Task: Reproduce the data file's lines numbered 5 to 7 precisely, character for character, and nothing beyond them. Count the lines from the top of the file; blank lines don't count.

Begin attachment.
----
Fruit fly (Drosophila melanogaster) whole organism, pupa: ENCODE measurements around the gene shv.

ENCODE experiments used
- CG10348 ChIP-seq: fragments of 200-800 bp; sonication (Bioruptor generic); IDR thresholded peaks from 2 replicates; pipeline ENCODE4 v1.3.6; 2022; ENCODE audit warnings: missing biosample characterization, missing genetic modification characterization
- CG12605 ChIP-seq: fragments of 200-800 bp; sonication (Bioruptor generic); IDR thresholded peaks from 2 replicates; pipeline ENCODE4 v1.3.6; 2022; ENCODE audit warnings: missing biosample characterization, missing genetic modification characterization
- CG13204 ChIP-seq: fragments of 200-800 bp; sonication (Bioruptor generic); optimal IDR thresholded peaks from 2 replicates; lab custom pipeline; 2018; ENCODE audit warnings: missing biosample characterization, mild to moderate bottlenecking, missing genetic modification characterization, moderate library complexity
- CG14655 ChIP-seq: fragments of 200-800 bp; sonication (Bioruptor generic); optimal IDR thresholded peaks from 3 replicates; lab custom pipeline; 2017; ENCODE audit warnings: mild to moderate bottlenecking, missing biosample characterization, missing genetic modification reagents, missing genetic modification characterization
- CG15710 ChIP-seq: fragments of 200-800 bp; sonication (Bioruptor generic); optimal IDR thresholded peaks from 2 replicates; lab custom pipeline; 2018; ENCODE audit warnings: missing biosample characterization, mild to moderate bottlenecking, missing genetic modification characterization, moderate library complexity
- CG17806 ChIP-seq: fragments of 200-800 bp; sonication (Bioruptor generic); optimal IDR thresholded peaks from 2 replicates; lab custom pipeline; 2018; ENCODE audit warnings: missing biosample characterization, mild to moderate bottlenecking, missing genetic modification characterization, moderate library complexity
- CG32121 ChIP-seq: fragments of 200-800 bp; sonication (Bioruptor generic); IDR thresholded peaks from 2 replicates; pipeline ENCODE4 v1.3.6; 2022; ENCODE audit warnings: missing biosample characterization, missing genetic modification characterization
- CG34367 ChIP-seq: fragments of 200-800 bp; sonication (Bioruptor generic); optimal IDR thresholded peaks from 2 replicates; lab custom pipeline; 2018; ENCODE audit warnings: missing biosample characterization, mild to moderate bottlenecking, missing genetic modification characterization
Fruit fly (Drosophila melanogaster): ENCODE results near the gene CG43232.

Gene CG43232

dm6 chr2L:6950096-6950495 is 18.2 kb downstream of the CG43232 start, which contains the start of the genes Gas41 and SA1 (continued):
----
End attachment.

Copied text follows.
- CG13204 ChIP-seq: fragments of 200-800 bp; sonication (Bioruptor generic); optimal IDR thresholded peaks from 2 replicates; lab custom pipeline; 2018; ENCODE audit warnings: missing biosample characterization, mild to moderate bottlenecking, missing genetic modification characterization, moderate library complexity
- CG14655 ChIP-seq: fragments of 200-800 bp; sonication (Bioruptor generic); optimal IDR thresholded peaks from 3 replicates; lab custom pipeline; 2017; ENCODE audit warnings: mild to moderate bottlenecking, missing biosample characterization, missing genetic modification reagents, missing genetic modification characterization
- CG15710 ChIP-seq: fragments of 200-800 bp; sonication (Bioruptor generic); optimal IDR thresholded peaks from 2 replicates; lab custom pipeline; 2018; ENCODE audit warnings: missing biosample characterization, mild to moderate bottlenecking, missing genetic modification characterization, moderate library complexity